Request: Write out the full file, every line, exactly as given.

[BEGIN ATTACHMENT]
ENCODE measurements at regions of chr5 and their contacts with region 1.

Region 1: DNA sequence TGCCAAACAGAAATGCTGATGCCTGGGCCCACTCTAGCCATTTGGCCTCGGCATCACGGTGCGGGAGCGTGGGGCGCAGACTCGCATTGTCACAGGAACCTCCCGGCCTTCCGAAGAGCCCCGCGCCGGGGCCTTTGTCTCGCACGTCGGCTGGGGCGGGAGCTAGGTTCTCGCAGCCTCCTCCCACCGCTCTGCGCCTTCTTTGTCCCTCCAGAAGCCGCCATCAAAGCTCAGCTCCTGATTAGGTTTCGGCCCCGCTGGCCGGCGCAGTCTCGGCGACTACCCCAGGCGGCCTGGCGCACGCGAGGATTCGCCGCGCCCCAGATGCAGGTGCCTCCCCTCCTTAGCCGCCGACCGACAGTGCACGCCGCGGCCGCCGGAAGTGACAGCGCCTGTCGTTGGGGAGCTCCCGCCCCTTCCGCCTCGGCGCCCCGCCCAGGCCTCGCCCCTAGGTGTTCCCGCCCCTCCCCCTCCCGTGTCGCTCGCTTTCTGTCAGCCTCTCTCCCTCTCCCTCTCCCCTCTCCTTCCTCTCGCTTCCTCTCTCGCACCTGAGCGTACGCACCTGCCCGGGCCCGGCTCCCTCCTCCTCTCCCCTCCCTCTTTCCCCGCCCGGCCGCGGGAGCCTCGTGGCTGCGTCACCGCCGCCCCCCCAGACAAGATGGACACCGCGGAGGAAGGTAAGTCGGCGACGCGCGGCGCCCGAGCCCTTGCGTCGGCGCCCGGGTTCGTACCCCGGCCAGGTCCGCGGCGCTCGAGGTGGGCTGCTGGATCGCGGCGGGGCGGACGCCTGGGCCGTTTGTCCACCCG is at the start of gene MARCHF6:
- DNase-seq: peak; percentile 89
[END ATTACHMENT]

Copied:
ENCODE measurements at regions of chr5 and their contacts with region 1.

Region 1: DNA sequence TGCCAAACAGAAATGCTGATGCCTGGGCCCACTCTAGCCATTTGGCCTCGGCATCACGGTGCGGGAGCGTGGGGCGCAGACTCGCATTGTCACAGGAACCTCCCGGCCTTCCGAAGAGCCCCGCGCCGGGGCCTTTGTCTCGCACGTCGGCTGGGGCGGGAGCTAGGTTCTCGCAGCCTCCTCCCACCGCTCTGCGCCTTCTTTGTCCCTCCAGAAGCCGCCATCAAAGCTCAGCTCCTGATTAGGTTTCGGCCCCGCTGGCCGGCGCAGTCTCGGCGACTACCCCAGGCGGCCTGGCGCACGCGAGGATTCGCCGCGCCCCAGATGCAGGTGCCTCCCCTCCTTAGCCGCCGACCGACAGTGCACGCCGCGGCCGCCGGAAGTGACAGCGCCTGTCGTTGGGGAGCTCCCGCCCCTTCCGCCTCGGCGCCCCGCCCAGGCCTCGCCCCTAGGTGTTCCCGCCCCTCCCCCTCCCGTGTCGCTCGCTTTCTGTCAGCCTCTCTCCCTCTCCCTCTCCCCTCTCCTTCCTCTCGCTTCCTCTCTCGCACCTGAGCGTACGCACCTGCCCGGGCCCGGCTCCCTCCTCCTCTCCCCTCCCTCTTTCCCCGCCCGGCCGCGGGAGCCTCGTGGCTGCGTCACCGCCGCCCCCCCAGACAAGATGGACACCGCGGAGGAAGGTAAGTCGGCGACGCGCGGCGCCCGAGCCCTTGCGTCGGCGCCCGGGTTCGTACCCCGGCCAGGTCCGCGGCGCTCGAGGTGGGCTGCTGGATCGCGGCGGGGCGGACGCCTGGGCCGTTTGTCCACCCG is at the start of gene MARCHF6:
- DNase-seq: peak; percentile 89